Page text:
Computers have clearly been getting a lot better--faster, lighter, more portable--for a long time. In fact, they have been getting better at an accelerating rate.
In 1965, Gordon Moore, one of the founders of Intel, established what's known as "Moore's Law." It says that the number of transistors on a computer chip will roughly double every two years. Moore's Law has held true for over forty years. Many people now use Moore's Law as a general rule of thumb to express the acceleration of computer technology in general; in other words, the computational capability of computers has been approximately doubling every two years.
That is a fantastic rate of increase: an exponential or geometric progression. To get an idea of what that might mean for future computer technology, lets imagine you start with a penny (one cent) in 1975. That's the year the first real PCs (like the Apple II) began to appear.
So, in 1975 you have 1 cent. Two years later in 1977, you have 4 cents. 1979: 8 cents, and so on.
Here's how it would go:
45 cents in 1985.
$3.60 in 1992.
$82 in 2001.
and $1,300 in 2009.
So we have $1,300 after starting with only a penny, and that demonstrates the difference between a machine like the Apple II and the most advanced computers available today.
Future Computer Technology - A Look AheadWhat's more interesting is if we take a look into the future:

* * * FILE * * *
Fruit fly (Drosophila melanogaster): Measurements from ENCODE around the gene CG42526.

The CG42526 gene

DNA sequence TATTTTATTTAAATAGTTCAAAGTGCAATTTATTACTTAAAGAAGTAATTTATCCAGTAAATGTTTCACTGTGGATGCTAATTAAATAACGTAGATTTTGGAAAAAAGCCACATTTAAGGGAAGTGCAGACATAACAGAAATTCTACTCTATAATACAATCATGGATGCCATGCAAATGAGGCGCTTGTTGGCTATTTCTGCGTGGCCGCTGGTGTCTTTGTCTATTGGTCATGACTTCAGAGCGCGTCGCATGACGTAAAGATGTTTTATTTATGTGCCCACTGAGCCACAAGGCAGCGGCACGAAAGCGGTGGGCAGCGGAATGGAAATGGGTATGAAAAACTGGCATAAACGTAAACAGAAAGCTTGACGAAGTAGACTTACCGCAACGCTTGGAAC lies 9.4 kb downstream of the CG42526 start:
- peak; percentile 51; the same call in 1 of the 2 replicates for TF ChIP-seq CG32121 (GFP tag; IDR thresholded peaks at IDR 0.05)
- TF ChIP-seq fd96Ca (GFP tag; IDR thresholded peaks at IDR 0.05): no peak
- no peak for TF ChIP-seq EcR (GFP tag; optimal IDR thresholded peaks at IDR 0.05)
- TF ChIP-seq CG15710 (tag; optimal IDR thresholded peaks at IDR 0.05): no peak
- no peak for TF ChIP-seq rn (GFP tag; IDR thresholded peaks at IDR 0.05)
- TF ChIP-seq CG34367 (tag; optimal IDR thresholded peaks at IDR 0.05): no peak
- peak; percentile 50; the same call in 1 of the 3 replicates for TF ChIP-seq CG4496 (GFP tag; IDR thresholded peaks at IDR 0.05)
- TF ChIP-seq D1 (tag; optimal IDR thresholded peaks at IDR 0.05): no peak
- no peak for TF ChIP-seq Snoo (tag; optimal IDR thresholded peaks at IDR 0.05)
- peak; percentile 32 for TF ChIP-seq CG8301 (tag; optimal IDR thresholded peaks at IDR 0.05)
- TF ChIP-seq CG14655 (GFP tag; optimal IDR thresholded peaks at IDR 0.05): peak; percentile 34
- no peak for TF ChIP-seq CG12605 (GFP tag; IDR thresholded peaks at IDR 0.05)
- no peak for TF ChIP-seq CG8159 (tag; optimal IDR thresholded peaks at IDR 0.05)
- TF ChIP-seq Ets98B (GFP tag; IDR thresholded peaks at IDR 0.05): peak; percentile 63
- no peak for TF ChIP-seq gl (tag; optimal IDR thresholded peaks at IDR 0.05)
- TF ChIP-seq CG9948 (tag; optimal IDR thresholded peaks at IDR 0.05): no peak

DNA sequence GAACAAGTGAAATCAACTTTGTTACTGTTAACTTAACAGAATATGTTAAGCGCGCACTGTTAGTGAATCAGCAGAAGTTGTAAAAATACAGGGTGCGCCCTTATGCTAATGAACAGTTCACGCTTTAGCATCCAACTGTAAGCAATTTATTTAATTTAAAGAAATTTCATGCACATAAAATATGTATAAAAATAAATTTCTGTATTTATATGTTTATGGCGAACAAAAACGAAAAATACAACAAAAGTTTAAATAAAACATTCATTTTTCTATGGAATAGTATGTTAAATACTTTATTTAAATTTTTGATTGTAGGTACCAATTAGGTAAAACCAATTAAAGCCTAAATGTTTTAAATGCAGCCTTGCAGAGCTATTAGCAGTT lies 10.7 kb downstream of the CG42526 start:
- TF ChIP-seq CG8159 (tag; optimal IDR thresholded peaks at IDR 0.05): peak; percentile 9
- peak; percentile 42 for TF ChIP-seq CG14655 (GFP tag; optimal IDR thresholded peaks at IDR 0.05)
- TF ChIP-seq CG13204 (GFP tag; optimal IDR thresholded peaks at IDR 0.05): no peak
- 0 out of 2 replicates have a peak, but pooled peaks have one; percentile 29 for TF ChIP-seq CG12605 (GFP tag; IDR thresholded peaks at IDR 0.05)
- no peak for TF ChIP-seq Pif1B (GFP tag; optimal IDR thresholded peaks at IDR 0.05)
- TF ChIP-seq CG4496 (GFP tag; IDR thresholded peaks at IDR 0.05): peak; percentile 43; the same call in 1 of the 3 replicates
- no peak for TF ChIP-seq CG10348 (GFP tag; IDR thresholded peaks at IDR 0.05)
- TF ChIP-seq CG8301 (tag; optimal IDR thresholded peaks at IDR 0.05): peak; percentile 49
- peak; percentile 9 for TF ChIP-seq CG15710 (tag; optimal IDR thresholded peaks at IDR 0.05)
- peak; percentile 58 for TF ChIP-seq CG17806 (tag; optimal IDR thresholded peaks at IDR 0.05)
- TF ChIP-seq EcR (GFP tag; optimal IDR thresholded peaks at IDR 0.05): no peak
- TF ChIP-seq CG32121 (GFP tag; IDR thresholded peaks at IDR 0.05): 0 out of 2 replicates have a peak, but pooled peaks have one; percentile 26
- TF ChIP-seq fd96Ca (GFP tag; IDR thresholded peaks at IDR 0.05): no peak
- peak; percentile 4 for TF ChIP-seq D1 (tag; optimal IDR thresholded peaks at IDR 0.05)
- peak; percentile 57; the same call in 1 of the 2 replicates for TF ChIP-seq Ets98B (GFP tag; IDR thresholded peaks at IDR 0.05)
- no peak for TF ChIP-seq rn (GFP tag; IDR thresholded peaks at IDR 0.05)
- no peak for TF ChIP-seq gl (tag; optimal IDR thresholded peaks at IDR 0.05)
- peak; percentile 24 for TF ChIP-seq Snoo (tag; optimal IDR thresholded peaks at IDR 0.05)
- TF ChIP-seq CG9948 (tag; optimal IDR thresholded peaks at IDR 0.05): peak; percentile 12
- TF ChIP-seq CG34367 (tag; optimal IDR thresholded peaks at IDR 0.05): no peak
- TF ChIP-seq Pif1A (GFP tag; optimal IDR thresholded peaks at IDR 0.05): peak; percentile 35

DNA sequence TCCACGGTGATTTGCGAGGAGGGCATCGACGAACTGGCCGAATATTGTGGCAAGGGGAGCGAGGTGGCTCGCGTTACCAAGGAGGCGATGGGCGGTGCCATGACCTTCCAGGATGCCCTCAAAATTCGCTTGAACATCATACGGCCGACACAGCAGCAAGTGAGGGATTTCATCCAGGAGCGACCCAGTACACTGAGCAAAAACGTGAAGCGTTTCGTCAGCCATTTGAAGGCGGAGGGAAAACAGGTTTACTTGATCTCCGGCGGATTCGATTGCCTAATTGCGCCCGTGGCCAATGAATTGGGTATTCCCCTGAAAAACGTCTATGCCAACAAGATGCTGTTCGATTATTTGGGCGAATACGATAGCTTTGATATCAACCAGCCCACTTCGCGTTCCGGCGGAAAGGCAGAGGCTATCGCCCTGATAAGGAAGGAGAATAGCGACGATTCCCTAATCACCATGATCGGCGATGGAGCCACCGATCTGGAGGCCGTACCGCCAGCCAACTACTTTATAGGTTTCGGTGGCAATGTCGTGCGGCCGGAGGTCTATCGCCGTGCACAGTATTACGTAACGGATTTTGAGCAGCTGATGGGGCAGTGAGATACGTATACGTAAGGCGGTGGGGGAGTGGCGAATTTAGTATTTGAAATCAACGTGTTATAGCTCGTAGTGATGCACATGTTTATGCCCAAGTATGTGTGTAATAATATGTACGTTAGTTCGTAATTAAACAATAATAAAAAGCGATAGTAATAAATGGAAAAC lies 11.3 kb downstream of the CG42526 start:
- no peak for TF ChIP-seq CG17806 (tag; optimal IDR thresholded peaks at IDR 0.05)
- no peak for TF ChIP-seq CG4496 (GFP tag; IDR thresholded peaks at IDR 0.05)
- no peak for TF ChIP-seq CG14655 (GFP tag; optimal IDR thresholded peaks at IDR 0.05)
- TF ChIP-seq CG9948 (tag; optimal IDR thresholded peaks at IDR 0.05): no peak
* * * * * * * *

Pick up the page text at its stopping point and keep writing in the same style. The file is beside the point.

$10,500 in 2015.
$84,000 in 2021.
$336,000 in 2025.
$2.6 million in 2031.
So, if Moore's Law continues to hold, we are going to see a fantastic increase in the power of computer technology by 2031. It's possible that the acceleration will slow down before then because, at some point, chip fabrication technologies will hit a fundamental limit. However, there may well be new technologies like quantum or optical computing by then, or the focus may simply shift to parallel processing so that thousands of cheap processors are linked together.
Of course, there is also a problem with creating software to take advantage of this power. Historically, software has advanced much more slowly than hardware, so it's really software that is the bottleneck.
Software companies like Microsoft will have to come up with compelling applications to make use of all that power. I think there is a good chance that artificial intelligence is going to be one of the biggest uses of the computer technology of the future.
If that's the case, job automation technology is likely to leap forward dramatically, and computers will be capable of doing many of the routine jobs in the economy--even those held by people with college degrees. That is going to create some serious issues for the job market and for the economy as a whole. That's the main focus of my new book, The Lights in the Tunnel.